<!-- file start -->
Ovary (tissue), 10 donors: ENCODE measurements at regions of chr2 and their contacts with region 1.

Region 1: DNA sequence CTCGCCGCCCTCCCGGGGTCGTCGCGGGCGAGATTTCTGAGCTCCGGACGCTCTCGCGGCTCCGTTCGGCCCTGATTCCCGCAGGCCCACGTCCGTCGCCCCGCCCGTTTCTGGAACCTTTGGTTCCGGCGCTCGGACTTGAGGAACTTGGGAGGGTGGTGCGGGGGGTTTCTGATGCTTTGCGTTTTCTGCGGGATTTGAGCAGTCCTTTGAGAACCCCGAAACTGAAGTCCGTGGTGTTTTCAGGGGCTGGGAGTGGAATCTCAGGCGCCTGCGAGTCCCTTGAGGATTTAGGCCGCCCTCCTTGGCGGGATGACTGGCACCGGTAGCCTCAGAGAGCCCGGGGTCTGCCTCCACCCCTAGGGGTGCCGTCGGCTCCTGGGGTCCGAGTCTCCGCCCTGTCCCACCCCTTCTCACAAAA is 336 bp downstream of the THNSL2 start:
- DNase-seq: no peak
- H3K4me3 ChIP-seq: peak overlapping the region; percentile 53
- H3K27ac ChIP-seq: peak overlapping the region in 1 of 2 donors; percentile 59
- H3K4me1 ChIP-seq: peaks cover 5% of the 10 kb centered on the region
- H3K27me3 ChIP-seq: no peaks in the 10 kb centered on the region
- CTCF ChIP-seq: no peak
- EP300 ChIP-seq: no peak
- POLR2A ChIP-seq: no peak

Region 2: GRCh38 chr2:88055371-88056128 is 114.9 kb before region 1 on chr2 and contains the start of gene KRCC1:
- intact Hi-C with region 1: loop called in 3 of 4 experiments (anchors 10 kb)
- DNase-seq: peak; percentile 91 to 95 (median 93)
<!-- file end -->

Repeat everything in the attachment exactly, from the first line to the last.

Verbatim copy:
Ovary (tissue), 10 donors: ENCODE measurements at regions of chr2 and their contacts with region 1.

Region 1: DNA sequence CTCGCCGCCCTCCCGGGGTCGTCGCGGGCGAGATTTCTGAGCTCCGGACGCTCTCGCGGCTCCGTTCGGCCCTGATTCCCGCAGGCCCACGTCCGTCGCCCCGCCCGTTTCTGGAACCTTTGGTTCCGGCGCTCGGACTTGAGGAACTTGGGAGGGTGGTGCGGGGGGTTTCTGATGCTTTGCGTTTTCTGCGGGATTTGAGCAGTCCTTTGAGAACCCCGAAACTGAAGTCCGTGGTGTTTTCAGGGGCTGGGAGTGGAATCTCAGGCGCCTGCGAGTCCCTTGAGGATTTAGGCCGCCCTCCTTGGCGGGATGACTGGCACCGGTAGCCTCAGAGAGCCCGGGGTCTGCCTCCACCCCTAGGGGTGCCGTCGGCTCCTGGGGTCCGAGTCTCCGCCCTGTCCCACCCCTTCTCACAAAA is 336 bp downstream of the THNSL2 start:
- DNase-seq: no peak
- H3K4me3 ChIP-seq: peak overlapping the region; percentile 53
- H3K27ac ChIP-seq: peak overlapping the region in 1 of 2 donors; percentile 59
- H3K4me1 ChIP-seq: peaks cover 5% of the 10 kb centered on the region
- H3K27me3 ChIP-seq: no peaks in the 10 kb centered on the region
- CTCF ChIP-seq: no peak
- EP300 ChIP-seq: no peak
- POLR2A ChIP-seq: no peak

Region 2: GRCh38 chr2:88055371-88056128 is 114.9 kb before region 1 on chr2 and contains the start of gene KRCC1:
- intact Hi-C with region 1: loop called in 3 of 4 experiments (anchors 10 kb)
- DNase-seq: peak; percentile 91 to 95 (median 93)